Barnes discusses discovering the value of inspiration in healing.
When I was a high school senior, I was asked by a teacher to identify my heroes in life — those role models who had inspired me to discover and celebrate the very best that humanity has to offer — and perhaps to take a look at my own core values, ambitions and dreams to better understand their origins.
As we were called upon one by one, I found myself feeling reluctant to share my choice, even though my hero was very clear to me. My classmates had proudly expressed their affinity for Mother Teresa, Gandhi, Jesus, a variety of dead presidents, entrepreneurs and world leaders.
When my turn to speak arrived I stood and quietly announced, “Walt Disney.”
But it was true, and it remains true to this day. Walt Disney changed my life, gave me hope, empowered me with dreams and gifted me with an eye for a world of possibilities.
Now, 60 years later as a male breast cancer survivor, I sometimes find myself in conversations trying to explain that I was referring to Walt Disney the man, the visionary who died of lung cancer at the age of 65 who is far removed from the Walt Disney Corporation which today is controversial at best and loathed by some as an over-priced, elitist company who’s treasures are only available to the wealthy.
But that’s another story.
I only knew Walt, the man. On the day that he died, Epcot had not yet been built, but Walt had finished designing it to be the “experimental prototype community of tomorrow,” a place where people actually lived and worked with the magic of science making their lives easier.
Soon after his death, the politics of the corporation took over; his plans were ignored and Epcot became yet another commercial amusement park. That was never Walt’s dream.
I graduated from Walt Disney Elementary School in Anaheim California, and it was there in 1956 at the age of 6 that I met Walt.
Disneyland had been open for just a year, and one day, all of us kids in school were instructed to follow our teachers to the cafeteria.
Once we were assembled, the doors burst open and in marched Walt Disney, followed by the entire Disneyland band. Busses that were waiting outside carried the full student body to Disneyland for the day, where we were escorted for hours by Walt himself and treated to a wonderful lunch.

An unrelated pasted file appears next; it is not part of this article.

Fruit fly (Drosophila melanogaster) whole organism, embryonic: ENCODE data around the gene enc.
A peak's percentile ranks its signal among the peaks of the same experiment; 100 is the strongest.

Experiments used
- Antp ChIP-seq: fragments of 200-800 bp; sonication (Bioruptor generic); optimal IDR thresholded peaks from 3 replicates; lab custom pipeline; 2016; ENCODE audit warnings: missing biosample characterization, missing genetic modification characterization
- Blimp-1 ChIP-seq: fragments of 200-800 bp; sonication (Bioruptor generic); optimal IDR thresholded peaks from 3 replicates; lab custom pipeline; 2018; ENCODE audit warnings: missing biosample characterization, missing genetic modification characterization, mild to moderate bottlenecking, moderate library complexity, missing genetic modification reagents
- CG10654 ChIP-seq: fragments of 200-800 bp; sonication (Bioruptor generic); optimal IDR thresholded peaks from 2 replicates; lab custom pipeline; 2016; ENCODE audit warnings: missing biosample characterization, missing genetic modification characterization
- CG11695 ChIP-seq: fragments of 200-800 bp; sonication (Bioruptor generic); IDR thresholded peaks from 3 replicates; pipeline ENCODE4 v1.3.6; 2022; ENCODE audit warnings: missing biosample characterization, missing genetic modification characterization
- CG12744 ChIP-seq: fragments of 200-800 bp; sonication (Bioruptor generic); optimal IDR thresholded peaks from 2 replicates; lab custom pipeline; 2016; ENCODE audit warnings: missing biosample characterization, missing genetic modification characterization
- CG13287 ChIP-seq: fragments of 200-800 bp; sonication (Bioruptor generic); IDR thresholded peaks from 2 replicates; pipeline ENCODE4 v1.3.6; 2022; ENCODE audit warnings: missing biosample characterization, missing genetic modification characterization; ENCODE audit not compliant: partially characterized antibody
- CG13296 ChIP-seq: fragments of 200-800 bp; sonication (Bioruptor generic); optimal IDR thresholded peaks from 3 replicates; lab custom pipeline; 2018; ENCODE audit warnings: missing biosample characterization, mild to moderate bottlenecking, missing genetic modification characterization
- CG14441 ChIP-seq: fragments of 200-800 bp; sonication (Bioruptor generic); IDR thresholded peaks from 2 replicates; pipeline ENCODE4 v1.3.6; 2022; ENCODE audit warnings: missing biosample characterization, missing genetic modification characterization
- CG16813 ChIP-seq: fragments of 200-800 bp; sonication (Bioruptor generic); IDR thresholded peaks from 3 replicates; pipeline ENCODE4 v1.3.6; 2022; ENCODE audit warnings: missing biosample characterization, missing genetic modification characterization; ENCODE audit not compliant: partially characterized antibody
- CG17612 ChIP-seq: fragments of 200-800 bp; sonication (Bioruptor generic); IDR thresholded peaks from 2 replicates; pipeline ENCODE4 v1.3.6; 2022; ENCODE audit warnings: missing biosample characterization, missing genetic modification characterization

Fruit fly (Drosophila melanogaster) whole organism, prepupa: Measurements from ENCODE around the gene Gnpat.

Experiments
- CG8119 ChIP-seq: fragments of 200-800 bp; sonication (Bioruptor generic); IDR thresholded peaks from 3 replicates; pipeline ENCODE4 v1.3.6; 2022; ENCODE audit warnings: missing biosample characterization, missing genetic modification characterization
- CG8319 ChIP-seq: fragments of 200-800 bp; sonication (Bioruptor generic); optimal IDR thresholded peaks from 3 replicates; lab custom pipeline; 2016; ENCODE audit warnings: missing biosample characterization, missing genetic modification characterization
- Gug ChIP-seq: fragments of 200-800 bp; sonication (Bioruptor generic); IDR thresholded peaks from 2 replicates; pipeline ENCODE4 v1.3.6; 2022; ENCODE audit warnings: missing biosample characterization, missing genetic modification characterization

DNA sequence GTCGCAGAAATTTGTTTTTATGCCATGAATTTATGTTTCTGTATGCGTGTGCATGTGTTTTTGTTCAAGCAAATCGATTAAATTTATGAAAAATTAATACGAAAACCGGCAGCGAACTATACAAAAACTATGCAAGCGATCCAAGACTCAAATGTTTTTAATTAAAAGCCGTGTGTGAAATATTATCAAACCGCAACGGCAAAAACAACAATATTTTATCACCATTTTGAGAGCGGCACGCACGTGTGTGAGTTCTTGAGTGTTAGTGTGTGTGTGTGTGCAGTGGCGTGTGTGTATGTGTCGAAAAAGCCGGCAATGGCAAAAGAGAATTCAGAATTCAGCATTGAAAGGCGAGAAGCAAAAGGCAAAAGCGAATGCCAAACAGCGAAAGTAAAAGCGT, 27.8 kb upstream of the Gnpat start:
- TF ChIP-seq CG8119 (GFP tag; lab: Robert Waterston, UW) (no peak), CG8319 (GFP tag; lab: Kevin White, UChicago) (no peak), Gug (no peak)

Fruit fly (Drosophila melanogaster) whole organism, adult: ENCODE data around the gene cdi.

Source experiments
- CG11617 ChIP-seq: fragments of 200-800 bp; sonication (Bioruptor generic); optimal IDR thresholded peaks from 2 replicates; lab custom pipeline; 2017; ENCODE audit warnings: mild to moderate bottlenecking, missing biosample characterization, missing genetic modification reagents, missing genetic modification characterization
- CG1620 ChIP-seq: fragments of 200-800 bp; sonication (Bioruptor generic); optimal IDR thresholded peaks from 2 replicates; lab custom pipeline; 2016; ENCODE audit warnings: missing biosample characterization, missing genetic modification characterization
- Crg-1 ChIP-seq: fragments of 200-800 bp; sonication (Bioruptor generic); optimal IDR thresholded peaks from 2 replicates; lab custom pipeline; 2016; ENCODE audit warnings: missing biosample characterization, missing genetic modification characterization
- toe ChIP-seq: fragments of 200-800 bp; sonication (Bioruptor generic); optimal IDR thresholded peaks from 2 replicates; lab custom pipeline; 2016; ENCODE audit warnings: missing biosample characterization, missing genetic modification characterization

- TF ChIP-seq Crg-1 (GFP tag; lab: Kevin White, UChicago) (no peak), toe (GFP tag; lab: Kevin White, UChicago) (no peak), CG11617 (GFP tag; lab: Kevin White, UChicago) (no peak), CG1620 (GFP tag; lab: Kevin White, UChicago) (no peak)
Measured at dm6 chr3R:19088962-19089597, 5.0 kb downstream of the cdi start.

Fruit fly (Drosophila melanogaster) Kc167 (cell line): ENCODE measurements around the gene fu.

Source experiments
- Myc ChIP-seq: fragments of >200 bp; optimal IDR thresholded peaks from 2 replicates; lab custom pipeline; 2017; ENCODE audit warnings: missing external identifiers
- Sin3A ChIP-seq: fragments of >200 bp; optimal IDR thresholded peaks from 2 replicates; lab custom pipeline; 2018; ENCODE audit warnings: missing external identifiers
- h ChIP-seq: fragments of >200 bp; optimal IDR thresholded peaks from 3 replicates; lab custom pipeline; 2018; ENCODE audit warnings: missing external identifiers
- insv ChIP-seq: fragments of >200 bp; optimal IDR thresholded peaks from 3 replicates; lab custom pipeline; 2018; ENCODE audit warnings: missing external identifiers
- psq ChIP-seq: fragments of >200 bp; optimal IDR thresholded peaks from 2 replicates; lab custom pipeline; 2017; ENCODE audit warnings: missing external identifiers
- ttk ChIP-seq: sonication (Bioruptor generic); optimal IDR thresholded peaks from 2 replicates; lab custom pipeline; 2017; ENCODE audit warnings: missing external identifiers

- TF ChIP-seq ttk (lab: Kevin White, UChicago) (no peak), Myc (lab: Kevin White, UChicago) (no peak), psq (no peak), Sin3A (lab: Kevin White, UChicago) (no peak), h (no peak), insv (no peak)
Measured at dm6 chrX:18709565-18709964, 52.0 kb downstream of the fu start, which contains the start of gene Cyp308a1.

I was at the front of the bus since my last name began with “B’’ and on the ride over Walt slid in to sit next to me.
I don’t remember a word of our conversation, but the child-like playfulness he expressed and the delighted enthusiasm he exhibited to be sharing his dream with us was something I’ve never forgotten.
Over the years I went on to work as a cast member at Disneyland and also as a corporate magician for special events.
My entire career as a stage magician was inspired by his work ethic, his creativity and his imagination, and for the rest of my life, I’ve admired him as a hero.
So after my mastectomy and recovery, I began to look for hope and purpose through someone I could trust with my life. I wanted to find another mentor, another source of inspiration and another hero. These are the people, I reasoned, who can pull us forward and upward when we are down or defeated. These are the voices that give us hope, remind us to live every day, and to never settle for second best.
No longer that 6-year-old boy, my choices of heroes have broadened and matured over the years.
I salute them often and draw on their wisdom and pioneering spirit to remind me that even cancer has no power to steal away our resolve to keep on living, or to lose our adulation for the “complete” human experience — that world of both make-believe and stark reality, which sometimes includes cancer.
Here then are a few of my cancer (and life) heroes, listed with who they were, and what eventually took their lives. Who are yours?
Walt Disney: visionary (lung cancer)
Carl Sagan: astronomer and futurist (myelodysplasia)
Carroll Barnes: uncle (stomach cancer)
James Barnes: father (prostate cancer)
Fred Rogers: children’s entertainer (stomach cancer)
Doug Henning: stage magician (liver cancer)
Mattie Stepanek: 11-year-old writer/poet (dysautonomic mitochondrial myopathy)